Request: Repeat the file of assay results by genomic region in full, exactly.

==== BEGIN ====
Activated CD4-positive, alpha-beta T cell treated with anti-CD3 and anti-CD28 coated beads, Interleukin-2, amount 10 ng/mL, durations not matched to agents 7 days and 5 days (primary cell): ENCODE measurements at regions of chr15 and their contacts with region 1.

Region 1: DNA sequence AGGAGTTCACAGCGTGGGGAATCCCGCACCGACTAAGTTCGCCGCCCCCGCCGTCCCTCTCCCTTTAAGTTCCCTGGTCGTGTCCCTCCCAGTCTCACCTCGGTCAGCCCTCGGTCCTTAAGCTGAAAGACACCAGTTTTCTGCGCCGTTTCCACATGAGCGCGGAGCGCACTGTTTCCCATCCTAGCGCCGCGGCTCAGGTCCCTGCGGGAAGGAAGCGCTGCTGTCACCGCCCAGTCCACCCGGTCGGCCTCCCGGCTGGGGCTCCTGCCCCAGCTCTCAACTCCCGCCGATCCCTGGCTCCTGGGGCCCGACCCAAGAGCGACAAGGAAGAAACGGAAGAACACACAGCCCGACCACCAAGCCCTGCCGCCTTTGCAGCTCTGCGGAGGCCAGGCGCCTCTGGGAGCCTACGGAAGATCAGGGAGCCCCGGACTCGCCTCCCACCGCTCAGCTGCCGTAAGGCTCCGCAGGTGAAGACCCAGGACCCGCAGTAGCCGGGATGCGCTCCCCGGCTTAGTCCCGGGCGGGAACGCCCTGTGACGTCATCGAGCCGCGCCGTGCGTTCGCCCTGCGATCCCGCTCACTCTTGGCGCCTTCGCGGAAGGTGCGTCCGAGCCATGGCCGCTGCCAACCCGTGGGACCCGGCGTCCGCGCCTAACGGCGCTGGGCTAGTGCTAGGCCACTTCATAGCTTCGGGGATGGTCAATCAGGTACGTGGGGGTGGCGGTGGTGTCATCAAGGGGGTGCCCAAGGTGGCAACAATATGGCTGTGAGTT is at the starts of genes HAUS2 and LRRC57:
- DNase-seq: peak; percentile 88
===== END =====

Activated CD4-positive, alpha-beta T cell treated with anti-CD3 and anti-CD28 coated beads, Interleukin-2, amount 10 ng/mL, durations not matched to agents 7 days and 5 days (primary cell): ENCODE measurements at regions of chr15 and their contacts with region 1.

Region 1: DNA sequence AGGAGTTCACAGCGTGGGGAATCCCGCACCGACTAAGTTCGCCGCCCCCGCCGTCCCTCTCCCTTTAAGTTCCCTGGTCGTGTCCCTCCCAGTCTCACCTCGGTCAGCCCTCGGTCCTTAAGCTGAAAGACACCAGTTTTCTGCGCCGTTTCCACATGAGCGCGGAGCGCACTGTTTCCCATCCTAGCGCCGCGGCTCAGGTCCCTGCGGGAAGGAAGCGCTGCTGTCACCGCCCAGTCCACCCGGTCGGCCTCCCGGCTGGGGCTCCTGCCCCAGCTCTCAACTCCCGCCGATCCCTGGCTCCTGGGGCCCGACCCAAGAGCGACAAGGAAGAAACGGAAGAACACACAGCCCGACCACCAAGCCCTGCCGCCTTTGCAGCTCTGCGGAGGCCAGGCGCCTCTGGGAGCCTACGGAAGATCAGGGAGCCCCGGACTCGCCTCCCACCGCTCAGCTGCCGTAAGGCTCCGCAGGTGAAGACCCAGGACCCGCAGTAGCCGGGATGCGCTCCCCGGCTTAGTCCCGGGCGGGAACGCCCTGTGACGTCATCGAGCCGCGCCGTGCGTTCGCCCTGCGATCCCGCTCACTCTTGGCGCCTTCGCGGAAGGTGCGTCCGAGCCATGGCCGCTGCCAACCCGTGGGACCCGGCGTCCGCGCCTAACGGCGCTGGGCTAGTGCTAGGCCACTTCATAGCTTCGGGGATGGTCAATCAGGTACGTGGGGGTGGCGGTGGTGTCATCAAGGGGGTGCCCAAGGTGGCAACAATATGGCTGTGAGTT is at the starts of genes HAUS2 and LRRC57:
- DNase-seq: peak; percentile 88